We’ve all been there: you decide to invite a few friends over for a summer barbeque. Then you invite a few more or you run into some neighbours and ask them to come by as well. Before you know it, you’re at the grocery store buying enough meat to feed 20 people and your bill is well into three figures.

I’ll never discourage anyone from inviting a big crowd over for a barbeque — like a lot of people, I like to show my affection for friends and family by making delicious food and hosting a big backyard bash is one of my greatest pleasures. But there are some tricks to throwing a cost-effective cookout without skimping on flavour or having to go pot-luck or BYOM (Bring Your Own Meat).

1. Don’t Offer Too Much
While everyone loves a mixed grill, you don’t have to buy from every single section of the meat department to put on a great spread. Choose one or two meat selections so that you can buy your meat in bulk packs to get a better deal.

2. Choose Less Expensive Cuts of Meat
As much as you may want to treat your guests to top quality cuts of steak, they’ll probably be just as happy with burgers or brats. If you do steaks or chops, don’t shy away from less expensive bone-in cuts. Make your meat more company-worthy by dressing it up with homemade sauces or some creative condiments and toppings.

3. Grill Carefully
There’s no faster way to waste money than to let your attention drift away from the grill, leaving you with a plate of burnt meat. Educate yourself on cooking times and grill your meat to perfection so that guests aren’t chopping off charred portions and dumping them in the garbage.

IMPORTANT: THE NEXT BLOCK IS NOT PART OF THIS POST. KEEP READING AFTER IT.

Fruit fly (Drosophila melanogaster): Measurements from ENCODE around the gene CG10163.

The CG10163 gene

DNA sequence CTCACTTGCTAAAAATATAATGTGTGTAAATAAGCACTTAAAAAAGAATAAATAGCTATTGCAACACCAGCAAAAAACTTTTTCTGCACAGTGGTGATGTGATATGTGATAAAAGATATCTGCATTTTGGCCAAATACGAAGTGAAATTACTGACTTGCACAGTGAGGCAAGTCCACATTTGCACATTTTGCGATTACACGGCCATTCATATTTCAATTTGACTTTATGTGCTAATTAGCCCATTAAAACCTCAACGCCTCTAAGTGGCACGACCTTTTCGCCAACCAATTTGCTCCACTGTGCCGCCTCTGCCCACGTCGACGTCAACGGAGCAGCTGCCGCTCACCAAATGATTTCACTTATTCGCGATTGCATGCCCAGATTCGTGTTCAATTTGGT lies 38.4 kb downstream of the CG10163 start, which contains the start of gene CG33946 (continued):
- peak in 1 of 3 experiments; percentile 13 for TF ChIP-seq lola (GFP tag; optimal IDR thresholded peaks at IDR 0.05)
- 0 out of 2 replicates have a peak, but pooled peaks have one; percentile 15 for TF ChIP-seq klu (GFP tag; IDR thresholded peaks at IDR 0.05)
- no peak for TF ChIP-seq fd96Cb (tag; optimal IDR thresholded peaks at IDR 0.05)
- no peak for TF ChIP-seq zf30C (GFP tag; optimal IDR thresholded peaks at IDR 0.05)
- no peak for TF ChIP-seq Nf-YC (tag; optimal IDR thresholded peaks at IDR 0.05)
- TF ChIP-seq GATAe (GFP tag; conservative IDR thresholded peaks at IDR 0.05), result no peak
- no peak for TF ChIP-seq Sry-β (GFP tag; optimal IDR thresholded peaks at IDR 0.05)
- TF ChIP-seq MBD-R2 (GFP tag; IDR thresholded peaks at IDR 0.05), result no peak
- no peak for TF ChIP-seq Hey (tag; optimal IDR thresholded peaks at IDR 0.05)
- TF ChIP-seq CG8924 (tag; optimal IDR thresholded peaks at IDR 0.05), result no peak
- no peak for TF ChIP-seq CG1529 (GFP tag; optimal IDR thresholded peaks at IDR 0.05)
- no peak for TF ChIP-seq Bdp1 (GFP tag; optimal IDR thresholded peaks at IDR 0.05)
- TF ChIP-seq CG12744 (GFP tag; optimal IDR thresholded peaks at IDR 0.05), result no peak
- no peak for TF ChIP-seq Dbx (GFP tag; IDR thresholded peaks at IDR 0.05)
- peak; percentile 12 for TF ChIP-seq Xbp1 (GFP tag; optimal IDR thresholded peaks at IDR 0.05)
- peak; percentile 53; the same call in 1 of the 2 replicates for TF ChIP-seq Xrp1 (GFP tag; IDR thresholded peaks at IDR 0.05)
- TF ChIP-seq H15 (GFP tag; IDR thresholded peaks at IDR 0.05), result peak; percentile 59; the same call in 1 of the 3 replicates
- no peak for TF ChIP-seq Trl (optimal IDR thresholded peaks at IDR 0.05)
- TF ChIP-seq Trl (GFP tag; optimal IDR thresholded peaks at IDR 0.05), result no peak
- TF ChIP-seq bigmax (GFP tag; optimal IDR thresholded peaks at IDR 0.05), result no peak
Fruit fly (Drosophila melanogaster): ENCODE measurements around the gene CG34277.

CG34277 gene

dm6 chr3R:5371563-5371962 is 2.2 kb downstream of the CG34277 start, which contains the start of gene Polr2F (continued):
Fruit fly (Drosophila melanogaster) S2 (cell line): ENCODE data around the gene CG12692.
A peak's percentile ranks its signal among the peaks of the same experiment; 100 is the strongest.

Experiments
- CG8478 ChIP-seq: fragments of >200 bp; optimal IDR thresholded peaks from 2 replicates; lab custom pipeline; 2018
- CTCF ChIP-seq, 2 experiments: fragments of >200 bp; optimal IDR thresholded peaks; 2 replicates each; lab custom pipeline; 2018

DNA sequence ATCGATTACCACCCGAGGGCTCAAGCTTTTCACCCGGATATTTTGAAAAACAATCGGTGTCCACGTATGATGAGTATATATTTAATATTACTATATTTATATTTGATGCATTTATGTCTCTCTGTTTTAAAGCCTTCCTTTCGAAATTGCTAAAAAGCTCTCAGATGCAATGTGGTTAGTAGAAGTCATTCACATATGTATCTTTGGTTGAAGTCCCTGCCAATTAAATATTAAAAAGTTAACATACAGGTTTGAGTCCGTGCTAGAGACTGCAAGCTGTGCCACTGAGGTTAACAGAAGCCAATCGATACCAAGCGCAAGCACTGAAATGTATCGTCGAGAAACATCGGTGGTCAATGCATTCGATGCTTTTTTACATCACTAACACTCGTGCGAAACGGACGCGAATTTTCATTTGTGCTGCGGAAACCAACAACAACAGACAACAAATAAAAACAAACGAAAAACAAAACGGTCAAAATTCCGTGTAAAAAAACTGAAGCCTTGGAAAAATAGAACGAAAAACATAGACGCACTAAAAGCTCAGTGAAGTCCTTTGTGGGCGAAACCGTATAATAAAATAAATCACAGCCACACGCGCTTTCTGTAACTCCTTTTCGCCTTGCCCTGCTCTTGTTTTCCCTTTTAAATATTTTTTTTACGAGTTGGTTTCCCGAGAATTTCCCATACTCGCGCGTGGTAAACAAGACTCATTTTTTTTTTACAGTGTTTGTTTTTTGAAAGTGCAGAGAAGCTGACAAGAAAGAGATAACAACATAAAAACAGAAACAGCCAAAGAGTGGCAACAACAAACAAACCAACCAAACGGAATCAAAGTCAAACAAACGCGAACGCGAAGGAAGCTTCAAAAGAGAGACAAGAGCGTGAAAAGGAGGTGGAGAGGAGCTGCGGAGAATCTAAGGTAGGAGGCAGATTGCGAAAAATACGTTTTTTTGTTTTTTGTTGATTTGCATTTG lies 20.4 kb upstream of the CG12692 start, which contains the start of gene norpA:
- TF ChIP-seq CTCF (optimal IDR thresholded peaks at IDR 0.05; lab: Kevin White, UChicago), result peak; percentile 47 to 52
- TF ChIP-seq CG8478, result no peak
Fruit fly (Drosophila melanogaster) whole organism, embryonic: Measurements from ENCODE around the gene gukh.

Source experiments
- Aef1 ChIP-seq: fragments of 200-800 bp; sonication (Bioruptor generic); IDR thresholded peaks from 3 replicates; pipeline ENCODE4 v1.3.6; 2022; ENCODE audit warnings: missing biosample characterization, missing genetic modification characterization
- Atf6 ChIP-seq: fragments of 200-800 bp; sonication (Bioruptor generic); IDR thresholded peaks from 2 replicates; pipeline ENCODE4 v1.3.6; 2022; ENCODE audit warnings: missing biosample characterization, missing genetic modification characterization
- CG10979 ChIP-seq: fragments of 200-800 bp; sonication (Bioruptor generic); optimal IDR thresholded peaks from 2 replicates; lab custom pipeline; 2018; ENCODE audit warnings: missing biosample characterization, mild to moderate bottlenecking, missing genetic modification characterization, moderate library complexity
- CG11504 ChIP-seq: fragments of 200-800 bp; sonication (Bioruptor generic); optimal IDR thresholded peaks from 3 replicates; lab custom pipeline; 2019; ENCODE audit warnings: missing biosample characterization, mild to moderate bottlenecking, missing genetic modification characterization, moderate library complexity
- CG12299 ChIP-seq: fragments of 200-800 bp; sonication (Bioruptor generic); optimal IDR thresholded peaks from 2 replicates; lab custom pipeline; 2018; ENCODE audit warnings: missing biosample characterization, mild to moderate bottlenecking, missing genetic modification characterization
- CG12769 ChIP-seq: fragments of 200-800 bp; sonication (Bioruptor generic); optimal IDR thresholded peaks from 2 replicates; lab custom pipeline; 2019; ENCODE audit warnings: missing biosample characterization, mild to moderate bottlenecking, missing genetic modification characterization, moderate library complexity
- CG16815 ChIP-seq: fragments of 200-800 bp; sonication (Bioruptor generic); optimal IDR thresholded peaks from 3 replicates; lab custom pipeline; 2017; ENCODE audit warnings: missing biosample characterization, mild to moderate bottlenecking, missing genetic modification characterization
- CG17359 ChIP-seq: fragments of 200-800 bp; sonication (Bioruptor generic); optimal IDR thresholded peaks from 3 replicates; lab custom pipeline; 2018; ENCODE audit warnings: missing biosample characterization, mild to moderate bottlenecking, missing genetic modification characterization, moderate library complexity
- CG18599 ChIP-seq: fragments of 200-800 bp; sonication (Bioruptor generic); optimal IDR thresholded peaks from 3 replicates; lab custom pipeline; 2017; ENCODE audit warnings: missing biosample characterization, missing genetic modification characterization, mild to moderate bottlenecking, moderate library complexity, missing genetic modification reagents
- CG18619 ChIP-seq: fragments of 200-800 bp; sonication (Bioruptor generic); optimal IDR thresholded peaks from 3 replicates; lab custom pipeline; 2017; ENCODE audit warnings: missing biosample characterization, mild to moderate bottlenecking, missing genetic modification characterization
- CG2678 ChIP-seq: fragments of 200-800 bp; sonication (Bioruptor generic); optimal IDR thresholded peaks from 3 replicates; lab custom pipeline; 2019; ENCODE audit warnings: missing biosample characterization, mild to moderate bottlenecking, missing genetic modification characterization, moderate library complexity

4. Simple Side Dishes
You may be tempted to try out some fancy new recipes that call for ingredients that aren’t already in your pantry, but if you’re trying to save some cash it’s best to keep it simple. Grill potatoes or fresh vegetables in foil packets with salt, oil, and some simple seasonings. Classic potato, pasta, and green salads don’t need gourmet add-on ingredients to be crowd pleasers.

5. Plan Smaller Portions
You don’t need to put more food in front of your guests than they can comfortably eat. If you’re doing steaks, not every guest is going to want to eat a full-size cut. Slice steaks up and serve them with homemade chimichurri so that guests can take as much as they need without feeling they have to wolf down an entire steak.

So, go forth and invite your friends, family, neighbours and everyone else you know over for some backyard eats. With any luck, they’ll return the favour later this summer.


  1. Was looking for heavy cream to make a delish cream sauce but not sure what is considered a heavy cream. Any suggestions?

    1. Hi Netty, Heavy cream has a fat content between 30% and 40%. It can come labelled as “heavy cream,” but you can substitute with the following if you’re unable to find it; whipping cream, light whipping cream (with a fat content of 30% to 36%), or heavy whipping cream (36% to 40%). Hope this helps!

    2. If you go to the dairy aisle in your grocery store, you will notice that all the different milks have different percentages of fat. There is coffee cream and whipping cream. These are both considered a heavy cream with whipping cream containing the most fat. Just make sure that you are not cooking anything using whipping cream on high heat. It has to be cooked over medium-low or low heat so that it does not curdle. If you are baking with it, it is okay.

  2. Great cost saving tips and thanx for the reminders on not over feeding guests as I tend to go overboard on how many selections I offer my guests at my gatherings 🙂


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